See also[edit]


  1. ^ a b de Bono, E. (1990). Lateral Thinking for Management: A Handbook. Penguin Books. ISBN 0-07-094233-1. 
  2. ^ a b Hsu, F. H. (2002). Behind Deep Blue: Building the Computer That Defeated the World Chess Champion. Princeton University Press. ISBN 0-691-09065-3. 
  3. ^ Boden, M. A. (1990). The Philosophy of Artificial Intelligence. Oxford University Press. ISBN 0-19-824855-5. 
  4. ^ Russell, S.; Norvig, P. (2003). Artificial Intelligence: A Modern Approach. Prentice Hall Publishers. 
  5. ^ de Bono, E. (1991). Water Logic. Penguin Books. ISBN 0-670-84231-1. 
  6. ^ Hwang, K. (1993). Advanced Computer Architecture: Parallelism, Scalability, Programmability. McGraw-Hill Book Co., New York. ISBN 0-07-031622-8. 
  7. ^ Bonabeau, E.; Dorigo, M.; THERAULUZ, G. (1999). Swarm Intelligence: From Natural to Artificial Systems. Oxford University Press. ISBN 0-19-513158-4. 
  8. ^ Dorigo, M.; DI CARO, G.; Gamberella, L. M. (1999). Ant Algorithms for Discrete Optimization, Artificial Life. MIT Press. 
  9. ^ Bradshaw, J. M. (1997). Software Agents. AAAI Press/The MIT Press. ISBN 0-262-52234-9. 
  10. ^ Foster, Ian (1999). "Computational Grids, Chapter 2". The Grid: Blueprint for a New Computing Infrastructure, Technical Report. 
  11. ^ Murch, R. (2004). Autonomic Computing. Pearson Publishers. ISBN 0-13-144025-X. 
  12. ^ "Autonomic". IBM. 2004. 
  13. ^ Karim, M. A.; Awwal, A. A. S. (1992). Optical Computing: An Introduction. Wiley Publishers. ISBN 0-471-52886-2. 
  14. ^ Pisanti, N. (1997). A Survey of DNA Computing (Technical report). University of Pisa, Italy. TR-97-07. 
  15. ^ Braunstein, S. (1999). Quantum Computing. Wiley Publishers. ISBN 3-527-40284-5.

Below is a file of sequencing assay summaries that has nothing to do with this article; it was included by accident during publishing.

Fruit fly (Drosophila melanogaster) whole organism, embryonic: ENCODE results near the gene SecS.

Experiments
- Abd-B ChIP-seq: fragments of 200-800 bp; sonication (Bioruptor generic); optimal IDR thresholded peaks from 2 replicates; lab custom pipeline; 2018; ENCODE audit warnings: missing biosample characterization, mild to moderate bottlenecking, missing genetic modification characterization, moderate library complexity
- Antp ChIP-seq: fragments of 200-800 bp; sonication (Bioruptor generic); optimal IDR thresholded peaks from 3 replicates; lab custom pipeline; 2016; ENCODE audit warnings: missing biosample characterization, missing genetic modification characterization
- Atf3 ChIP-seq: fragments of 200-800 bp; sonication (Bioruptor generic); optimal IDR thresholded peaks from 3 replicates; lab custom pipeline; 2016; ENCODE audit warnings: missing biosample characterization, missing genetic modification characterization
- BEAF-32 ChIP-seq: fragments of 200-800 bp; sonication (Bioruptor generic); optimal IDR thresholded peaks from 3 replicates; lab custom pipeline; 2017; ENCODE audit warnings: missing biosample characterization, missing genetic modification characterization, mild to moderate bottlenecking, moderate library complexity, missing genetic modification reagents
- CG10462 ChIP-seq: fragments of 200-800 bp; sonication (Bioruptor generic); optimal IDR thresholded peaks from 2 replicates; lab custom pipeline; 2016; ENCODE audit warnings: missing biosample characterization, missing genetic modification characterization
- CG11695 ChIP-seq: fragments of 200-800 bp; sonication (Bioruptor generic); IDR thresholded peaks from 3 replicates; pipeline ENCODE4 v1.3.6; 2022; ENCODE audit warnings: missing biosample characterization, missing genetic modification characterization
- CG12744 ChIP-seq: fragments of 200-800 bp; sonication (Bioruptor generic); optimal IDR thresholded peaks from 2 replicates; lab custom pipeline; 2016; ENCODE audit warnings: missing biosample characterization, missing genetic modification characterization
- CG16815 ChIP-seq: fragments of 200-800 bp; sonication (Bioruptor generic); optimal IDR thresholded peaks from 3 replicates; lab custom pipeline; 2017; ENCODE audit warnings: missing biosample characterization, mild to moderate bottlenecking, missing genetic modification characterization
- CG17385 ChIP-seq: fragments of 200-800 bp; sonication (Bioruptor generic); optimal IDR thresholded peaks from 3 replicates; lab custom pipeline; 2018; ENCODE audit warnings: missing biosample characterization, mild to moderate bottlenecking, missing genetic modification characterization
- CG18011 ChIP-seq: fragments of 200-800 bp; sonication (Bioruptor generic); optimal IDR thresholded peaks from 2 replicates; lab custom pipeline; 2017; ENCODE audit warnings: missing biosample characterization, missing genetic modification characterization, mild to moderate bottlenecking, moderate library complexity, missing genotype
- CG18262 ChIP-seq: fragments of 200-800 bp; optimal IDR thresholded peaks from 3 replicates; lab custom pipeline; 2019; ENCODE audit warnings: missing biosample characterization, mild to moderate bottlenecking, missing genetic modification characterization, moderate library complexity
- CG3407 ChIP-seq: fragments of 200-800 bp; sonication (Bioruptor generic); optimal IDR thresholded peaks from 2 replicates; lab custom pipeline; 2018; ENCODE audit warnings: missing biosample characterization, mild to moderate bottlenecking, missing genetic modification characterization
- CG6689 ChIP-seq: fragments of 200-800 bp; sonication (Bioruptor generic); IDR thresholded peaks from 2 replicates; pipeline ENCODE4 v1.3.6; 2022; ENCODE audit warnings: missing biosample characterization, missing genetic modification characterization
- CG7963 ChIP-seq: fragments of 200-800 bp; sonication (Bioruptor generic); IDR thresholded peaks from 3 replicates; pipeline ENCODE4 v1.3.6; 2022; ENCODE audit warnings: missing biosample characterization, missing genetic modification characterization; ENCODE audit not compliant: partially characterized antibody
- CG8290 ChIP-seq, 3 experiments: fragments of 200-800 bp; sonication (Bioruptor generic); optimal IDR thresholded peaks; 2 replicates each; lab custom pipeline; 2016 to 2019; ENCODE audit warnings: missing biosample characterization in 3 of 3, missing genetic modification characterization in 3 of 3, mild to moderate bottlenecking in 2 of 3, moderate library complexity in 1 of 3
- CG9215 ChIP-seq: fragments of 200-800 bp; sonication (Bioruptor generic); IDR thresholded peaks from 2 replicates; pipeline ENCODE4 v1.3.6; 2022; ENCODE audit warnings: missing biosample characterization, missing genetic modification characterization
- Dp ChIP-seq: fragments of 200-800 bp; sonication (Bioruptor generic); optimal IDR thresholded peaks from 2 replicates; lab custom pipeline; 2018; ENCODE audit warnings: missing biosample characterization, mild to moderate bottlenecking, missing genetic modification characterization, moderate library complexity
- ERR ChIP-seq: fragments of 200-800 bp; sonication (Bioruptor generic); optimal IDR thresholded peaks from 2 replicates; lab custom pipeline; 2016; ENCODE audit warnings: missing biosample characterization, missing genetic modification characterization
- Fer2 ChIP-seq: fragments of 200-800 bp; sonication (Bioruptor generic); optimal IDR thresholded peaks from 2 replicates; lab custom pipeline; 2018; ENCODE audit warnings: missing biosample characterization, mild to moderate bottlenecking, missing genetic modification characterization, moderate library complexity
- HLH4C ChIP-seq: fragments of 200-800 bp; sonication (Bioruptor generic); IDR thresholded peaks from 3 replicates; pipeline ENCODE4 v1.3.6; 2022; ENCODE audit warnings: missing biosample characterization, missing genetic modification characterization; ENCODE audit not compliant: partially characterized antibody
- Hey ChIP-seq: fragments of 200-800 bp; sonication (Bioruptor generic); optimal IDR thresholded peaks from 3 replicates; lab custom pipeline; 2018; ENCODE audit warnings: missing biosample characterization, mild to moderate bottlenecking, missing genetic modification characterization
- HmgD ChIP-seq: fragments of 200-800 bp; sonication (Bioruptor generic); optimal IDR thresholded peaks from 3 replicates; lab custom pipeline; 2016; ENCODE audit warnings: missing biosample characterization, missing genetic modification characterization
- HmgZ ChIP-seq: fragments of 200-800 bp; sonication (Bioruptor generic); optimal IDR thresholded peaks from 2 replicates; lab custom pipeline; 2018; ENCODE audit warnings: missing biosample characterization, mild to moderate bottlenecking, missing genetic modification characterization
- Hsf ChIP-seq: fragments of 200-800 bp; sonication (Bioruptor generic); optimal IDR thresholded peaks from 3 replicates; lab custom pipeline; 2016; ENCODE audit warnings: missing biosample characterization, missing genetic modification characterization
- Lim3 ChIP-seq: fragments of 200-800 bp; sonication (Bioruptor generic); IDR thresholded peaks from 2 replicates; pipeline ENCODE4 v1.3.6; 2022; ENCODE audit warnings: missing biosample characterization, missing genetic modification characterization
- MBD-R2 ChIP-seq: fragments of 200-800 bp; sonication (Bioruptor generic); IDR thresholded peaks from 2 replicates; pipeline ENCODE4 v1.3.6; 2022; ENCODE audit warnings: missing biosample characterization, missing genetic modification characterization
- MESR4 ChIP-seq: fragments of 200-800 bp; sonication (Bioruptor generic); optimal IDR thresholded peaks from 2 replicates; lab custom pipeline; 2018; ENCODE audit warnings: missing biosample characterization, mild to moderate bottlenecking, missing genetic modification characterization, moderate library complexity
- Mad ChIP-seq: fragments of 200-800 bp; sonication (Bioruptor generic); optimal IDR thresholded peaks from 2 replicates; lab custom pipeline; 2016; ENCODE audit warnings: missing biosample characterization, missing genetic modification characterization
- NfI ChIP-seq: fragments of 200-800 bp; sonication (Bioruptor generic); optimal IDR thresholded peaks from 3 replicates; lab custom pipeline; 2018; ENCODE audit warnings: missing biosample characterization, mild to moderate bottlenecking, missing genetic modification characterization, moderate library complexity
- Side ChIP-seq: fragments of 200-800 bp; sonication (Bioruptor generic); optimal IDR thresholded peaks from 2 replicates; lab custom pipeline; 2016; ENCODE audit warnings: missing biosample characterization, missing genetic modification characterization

16. ^ Fortnow, L. (July 2003). "Introduction of Quantum Computing from the computer science perspective and reviewing activities". Special issue on Quantum Information Technology, NEC Res and Dev Journal. 44 (3): 268–272. 
  17. ^ Suthikshn, Kumaryear=1996. Reconfigurable Neurocomputers: Rapid Prototyping and Design Synthesis of Artificial Neural Networks for Field Programmable Gate Arrays (Technical report). University of Melbourne, Australia. PhD Thesis. 
  18. ^ Compton and Hauck, 2002
  19. ^ Arts and Krost, 1997
  20. ^ Proc IEEE, 2001
  21. ^ a b Masters, T. (1995). Neural, Novel and Hybrid Algorithm for Time Series Prediction. John Wiley and Sons Publishers. 
  22. ^ a b Goldberg, D. E. (2000). Genetic Algorithms in search, optimization and Machine Learning. Addison Wesley Publishers. ISBN 0-201-15767-5. 
  23. ^ Ross, 1997
  24. ^ a b c Kosko, B. (1997). Neural Networks and Fuzzy Systems: A Dynamical Systems Approach to Machine Intelligence. Prentice Hall Publishers. ISBN 0-13-611435-0. 
  25. ^ Palem, 2003
  26. ^ Gleick, 1998
  27. ^ Mandelbrot, 1977
  28. ^ Motwani and Raghavan, 1995
  29. ^ Mitchell, 1997
  30. ^ Joachims, 2002
  31. ^ SUTHIKSHN, KUMAR (June 2003). "Smart Volume Tuner for Cellular Phones". IEEE Wireless Communications Magazine. 11 (4): 44–49. doi:10.1109/MWC.2004.1308949. 
  32. ^ Garey and Johnson, 1979
  33. ^ Aarts and Krost, 1997
  34. ^ Koza et al., 2003


  • de Bono, E. (2003). "Edward de Bono". Archived from the original on 2001-02-01. 
  • Proceedings of IEEE (2001): Special Issue on Industrial Innovations Using Soft Computing, September.